Stories by Marissa Nelson

How COVID-19 Has Changed the Dating Landscape

(Free-Photos / Pixabay)

Dating apps now allow users to share vaccination status. The outlook for new relationships as Illinois prepares to reopen.

‘Chicago Tonight’ in Your Neighborhood: Northalsted

Northalsted, formerly called “Boystown,” is known as the center of LGBTQ life in Chicago. As Pride celebrations begin, the community has just started to recover the vibrant character that made it famous following last year’s pandemic and civil unrest.

New Initiative Calls on Private Sector to Help Achieve Equitable Economic Recovery

A woman paints a Black Lives Matter mural in Chicago. (WTTW News)

A year after the murder of George Floyd — and the corporate statements in support of racial equity that followed — some corporations say they are working toward an equitable economic recovery. We learn about the Chicago Community Trust’s new Move to Action initiative.

The Week in Review: CPD Prepares for Memorial Day Weekend

Mayor Lori Lightfoot and Chicago Police Superintendent David Brown announced the city’s strategy to prevent violence ahead of Memorial Day weekend, May 28, 2021 (WTTW News)

City officials prepare for summer violence. Lake Shore Drive name change gets a punt. Federal investigation now close to former House Speaker Madigan. And lawmakers down to the wire in Springfield.

How the Past Year Has Impacted the Mental Health of Police Officers

(WTTW News)

Mental health professionals say officer wellness has declined over the past year amid the pandemic, civil unrest and a growing distrust of the police — a job some former officers say is one of today’s most stressful.

‘Voices’ Community Conversation: George Floyd, One Year Later

A screenshot from the “Voices” community conversation on Monday, May 24, 2021. (WTTW News)

“Chicago Tonight: Black Voices” host Brandis Friedman and a panel of guests discuss the murder of George Floyd on the anniversary of his death, and where the racial justice movement stands today. Watch it now.

Child Care, Early Development Industries Hit by Pandemic

(WTTW News)
As child care centers and schools closed at the height of the pandemic, parents were left balancing work and caretaking responsibilities while also navigating economic uncertainty. But as child care centers reopen, some families appear slow to enroll their children.

Colonial Pipeline Attack Highlights Growing Cybersecurity Threats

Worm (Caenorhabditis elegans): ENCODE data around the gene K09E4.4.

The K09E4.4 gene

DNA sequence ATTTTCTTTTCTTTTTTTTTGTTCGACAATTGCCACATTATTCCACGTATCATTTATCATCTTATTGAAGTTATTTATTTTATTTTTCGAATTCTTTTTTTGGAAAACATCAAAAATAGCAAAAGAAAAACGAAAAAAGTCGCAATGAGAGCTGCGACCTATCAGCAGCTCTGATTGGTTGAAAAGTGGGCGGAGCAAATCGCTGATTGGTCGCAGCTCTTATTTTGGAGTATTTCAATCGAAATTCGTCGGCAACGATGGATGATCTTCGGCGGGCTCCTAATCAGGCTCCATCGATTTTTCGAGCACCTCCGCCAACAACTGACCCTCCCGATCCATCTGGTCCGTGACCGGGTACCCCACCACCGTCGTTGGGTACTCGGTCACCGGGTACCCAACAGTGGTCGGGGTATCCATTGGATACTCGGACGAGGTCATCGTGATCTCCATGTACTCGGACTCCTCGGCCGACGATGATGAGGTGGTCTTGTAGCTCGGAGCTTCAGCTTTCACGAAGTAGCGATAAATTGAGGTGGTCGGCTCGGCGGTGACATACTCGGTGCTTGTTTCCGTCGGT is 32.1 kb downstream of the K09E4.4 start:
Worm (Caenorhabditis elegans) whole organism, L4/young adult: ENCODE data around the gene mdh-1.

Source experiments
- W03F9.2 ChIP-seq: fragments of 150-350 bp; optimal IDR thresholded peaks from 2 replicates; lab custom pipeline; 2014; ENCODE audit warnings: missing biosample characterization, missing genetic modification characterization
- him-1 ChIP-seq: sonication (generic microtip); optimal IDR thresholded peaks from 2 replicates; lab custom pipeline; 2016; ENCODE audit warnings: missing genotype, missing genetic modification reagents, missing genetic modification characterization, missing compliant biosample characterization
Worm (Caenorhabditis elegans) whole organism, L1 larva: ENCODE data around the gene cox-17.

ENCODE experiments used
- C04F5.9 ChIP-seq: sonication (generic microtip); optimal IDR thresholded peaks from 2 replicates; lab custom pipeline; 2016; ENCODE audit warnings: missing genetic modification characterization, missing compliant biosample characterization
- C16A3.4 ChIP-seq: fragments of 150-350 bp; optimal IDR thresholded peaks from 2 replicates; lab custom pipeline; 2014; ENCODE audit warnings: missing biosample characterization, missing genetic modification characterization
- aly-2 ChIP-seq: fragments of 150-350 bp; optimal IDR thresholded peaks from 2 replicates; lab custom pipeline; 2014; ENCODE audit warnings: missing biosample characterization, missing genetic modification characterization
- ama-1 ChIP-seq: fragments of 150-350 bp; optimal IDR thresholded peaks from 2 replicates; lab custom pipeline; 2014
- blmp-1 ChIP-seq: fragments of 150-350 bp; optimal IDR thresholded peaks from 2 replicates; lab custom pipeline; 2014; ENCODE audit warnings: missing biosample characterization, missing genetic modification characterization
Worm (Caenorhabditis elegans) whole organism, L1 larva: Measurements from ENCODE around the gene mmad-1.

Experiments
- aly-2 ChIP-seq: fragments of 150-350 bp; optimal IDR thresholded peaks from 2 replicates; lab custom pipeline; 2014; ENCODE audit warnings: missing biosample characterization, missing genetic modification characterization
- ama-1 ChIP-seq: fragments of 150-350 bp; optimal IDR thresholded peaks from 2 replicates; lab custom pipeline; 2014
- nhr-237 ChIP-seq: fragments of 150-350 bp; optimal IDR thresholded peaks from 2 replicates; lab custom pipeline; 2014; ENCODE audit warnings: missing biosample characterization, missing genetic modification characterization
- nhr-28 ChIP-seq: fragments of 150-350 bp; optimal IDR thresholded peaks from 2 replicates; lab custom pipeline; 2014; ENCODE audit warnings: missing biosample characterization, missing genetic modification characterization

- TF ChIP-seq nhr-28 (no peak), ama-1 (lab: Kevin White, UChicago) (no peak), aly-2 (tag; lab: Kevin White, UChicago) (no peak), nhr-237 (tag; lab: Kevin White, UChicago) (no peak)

(Photo by Peter Gombos on Unsplash)

Some parts of the country still face gas shortages related to the Colonial Pipeline ransomware attack, and the incident has drawn attention to the growing threat cyberattacks pose in the U.S. and around the world. We discuss the increasing threat and what to do about it.

‘Chicago Tonight’ in Your Neighborhood: Village of Riverdale

The Village of Riverdale lags behind the rest of suburban Cook County in vaccinations. As part of our community reporting series, we speak with elected officials, community leaders and physicians about the vaccine rollout, and what they’re doing to make the vaccine more accessible.

US Births in 2020 Dropped to Lowest Level Since 1979

(Free-Photos / Pixabay)

U.S. births dropped to their lowest level in more than 40 years in 2020, according to the Centers for Disease Control and Prevention. How the pandemic is impacting family planning. 

Still a ‘Vast Wasteland’? Newton Minow Reflects on the State of Television

Newton Minow appears on “Chicago Tonight” via Zoom on Monday, May 10, 2021. (WTTW News)

Newton Minow, a former chairman of the Federal Communications Commission, played a key role in public media. Here’s what he thinks about television today — six decades after his famous “vast wasteland” speech.

Latino Unity Day: Leaders Address Challenges on Many Fronts

People wearing masks line up for a food drive in Brighton Park on Chicago’s Southwest Side on April 23, 2020. (WTTW News)

Chicago’s Latino community has been especially affected by the events of the past year, from the COVID-19 pandemic to the fatal police shootings of Adam Toledo and Anthony Alvarez. We discuss key issues community leaders want elected officials to address. 

FDA Announces Plans to Ban Menthol Cigarettes, Flavored Cigars

(Myriams-Fotos / Pixabay)

Tobacco companies have long marketed menthol cigarettes to Black Americans. The CEO of the NAACP calls a potential ban of such products “long overdue,” but some people are concerned it could lead to further criminalization of communities of color.

How to Be a Mindful Global Citizen if You’re Traveling Abroad This Summer

(veerasantinithi / Pixabay)

While the U.S. is a leader in vaccinating its residents against COVID-19, many of the destinations Americans often travel to, including several Spanish-speaking countries, have much lower vaccination rates. How to protect yourself and the communities you visit this summer.